Structural Predictors of Problematic Friendships in Later Life.

UNCG Author/Contributor (non-UNCG co-authors, if there are any, appear on document)
Rebecca G. Adams, Professor (Creator)
The University of North Carolina at Greensboro (UNCG )
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Abstract: The purpose of this study was to examine the constraining and facilitating effects of social structural position (age, sex, race, class, financial sufficiency, and number of friends) on opportunities for friendship. We hypothesized that the greater the number of people who share a given social structural location and the more access they have to situations where it is possible to meet new people, the less likely they are to have problematic friendships. The sample comprised 53 male and female community residents aged 55 to 84 years who enjoyed fairly good health. Logistic and multiple regression procedures revealed outcomes opposite to our predictions: those who were supposedly more social structurally advantaged actually reported greater numbers of problematic friendships. Potential interpretations include the possibility that these people are more critical than others of their friend relationships or more willing to acknowledge problems, that the norms regarding commitment to friends are weaker among these individuals, or that they learn to acquire friends but not to avoid and solve problems in their relationships. Apparently, people with more friends are not more likely than others to terminate problematic friendships or to redefine them as mere associations.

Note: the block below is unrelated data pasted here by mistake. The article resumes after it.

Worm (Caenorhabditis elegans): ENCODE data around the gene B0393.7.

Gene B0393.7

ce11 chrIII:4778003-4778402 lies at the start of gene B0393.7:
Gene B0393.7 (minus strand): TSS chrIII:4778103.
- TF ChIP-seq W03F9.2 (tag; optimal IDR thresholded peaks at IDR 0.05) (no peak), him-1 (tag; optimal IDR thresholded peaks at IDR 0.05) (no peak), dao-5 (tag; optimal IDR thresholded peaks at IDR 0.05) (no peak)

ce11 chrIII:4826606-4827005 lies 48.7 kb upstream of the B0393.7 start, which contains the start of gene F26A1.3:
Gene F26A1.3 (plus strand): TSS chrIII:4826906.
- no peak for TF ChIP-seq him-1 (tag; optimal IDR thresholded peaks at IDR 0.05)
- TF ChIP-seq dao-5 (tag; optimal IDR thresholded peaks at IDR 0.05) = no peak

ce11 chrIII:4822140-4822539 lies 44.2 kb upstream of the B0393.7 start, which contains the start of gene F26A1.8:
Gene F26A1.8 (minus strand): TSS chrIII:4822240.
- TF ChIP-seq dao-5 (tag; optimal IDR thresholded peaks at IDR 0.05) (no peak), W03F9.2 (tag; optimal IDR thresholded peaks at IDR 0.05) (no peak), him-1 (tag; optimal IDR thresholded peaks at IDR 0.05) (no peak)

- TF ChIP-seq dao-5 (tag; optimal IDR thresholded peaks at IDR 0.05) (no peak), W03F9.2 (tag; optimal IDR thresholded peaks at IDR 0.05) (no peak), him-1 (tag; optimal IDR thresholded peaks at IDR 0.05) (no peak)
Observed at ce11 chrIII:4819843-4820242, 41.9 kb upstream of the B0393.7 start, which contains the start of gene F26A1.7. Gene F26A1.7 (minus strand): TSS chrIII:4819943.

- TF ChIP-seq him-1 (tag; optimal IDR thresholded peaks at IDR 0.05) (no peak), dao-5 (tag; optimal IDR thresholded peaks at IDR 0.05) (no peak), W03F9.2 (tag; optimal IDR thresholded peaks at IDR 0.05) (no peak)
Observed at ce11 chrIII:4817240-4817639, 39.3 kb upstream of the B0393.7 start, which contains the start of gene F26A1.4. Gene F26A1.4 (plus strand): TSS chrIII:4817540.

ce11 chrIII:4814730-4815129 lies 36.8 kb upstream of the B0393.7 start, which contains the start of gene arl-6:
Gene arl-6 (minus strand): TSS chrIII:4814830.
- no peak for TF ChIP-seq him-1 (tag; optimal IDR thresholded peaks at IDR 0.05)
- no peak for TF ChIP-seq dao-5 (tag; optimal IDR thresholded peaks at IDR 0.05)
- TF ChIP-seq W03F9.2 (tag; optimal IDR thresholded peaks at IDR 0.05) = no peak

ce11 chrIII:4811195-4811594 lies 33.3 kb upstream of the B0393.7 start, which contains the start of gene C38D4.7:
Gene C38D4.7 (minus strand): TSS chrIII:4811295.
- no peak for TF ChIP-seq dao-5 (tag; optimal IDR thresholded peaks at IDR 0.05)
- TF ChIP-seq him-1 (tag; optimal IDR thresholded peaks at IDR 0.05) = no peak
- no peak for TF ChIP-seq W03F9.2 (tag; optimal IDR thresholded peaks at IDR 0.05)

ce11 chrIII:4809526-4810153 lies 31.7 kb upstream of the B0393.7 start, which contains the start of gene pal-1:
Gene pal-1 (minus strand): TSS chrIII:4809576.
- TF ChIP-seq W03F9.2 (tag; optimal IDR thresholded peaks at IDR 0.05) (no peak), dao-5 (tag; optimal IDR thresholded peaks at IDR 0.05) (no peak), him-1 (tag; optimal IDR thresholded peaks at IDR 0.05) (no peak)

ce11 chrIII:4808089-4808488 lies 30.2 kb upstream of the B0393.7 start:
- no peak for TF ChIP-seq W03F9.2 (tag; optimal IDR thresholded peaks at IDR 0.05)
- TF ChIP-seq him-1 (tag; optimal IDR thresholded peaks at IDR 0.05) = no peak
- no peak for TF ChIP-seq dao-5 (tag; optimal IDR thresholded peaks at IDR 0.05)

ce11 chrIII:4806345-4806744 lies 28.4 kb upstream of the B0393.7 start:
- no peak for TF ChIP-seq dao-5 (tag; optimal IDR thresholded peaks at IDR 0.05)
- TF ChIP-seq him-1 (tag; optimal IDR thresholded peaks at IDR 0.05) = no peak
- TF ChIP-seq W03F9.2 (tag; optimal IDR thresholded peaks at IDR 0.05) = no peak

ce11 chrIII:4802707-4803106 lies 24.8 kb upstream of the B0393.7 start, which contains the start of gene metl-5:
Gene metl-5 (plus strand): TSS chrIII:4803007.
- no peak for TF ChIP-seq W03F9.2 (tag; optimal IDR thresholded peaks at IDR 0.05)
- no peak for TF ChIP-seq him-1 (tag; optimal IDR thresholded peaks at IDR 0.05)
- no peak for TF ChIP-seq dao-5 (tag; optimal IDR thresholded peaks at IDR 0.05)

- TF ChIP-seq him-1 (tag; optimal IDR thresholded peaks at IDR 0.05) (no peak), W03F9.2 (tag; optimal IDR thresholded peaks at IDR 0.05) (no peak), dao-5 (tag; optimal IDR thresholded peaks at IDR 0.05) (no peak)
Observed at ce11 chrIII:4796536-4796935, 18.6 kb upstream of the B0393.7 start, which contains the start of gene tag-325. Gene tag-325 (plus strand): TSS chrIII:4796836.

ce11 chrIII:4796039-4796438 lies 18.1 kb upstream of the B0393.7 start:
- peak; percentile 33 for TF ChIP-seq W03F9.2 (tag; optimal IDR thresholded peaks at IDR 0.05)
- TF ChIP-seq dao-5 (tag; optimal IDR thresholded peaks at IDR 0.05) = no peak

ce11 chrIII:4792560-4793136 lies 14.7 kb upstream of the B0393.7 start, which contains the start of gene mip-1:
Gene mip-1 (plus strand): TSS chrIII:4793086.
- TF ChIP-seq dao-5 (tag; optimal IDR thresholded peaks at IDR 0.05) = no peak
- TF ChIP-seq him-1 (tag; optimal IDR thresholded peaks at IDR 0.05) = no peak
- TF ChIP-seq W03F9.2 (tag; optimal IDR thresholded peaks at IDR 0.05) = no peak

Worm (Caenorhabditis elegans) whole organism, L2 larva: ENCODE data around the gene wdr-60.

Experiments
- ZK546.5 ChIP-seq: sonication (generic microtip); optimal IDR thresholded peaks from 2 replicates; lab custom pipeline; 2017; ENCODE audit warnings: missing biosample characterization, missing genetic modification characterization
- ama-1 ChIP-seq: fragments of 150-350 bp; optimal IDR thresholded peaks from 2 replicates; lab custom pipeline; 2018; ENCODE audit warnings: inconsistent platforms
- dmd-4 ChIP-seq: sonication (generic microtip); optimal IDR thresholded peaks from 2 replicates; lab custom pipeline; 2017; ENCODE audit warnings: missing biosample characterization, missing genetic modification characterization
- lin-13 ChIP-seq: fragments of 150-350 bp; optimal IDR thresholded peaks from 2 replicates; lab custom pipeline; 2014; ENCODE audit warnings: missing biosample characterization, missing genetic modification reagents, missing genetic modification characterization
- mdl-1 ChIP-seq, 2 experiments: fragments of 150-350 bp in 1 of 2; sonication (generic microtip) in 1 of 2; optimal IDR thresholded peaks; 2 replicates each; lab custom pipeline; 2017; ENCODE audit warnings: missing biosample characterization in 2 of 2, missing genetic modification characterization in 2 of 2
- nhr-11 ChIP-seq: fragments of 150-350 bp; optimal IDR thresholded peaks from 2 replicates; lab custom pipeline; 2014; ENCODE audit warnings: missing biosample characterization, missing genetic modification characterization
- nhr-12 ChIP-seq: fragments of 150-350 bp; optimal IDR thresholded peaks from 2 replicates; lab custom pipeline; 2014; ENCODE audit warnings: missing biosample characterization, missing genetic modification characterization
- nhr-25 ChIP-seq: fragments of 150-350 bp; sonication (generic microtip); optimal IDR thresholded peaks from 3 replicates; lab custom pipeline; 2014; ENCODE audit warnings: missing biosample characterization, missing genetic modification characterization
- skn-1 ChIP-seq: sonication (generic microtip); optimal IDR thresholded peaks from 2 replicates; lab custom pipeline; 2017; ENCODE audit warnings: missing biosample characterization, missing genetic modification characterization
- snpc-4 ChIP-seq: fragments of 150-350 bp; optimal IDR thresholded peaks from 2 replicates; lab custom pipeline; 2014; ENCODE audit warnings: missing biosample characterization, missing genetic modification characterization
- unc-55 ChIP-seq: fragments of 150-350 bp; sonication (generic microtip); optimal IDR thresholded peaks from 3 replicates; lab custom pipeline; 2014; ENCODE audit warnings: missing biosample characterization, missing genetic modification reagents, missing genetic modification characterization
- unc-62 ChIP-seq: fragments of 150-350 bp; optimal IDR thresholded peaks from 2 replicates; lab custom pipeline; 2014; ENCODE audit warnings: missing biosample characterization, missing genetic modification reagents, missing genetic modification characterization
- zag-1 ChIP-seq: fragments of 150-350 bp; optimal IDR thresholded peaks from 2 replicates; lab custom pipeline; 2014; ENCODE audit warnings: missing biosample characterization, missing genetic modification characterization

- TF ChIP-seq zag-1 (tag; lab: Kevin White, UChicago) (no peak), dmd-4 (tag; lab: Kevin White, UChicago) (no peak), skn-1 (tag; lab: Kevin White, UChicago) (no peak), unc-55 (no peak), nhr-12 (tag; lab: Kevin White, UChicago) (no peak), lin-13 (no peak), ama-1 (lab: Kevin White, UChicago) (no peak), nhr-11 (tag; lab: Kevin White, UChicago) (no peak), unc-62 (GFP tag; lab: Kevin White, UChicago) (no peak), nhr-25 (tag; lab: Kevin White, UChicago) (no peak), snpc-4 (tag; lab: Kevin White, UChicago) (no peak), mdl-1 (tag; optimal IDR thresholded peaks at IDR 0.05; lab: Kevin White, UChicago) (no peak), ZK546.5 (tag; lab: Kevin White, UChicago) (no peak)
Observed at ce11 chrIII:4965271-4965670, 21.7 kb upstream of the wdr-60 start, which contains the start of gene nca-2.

Additional Information

Personal Relationships, 5: 439-437
Language: English
Date: 1998
Social structural position, Friendship, Elderly

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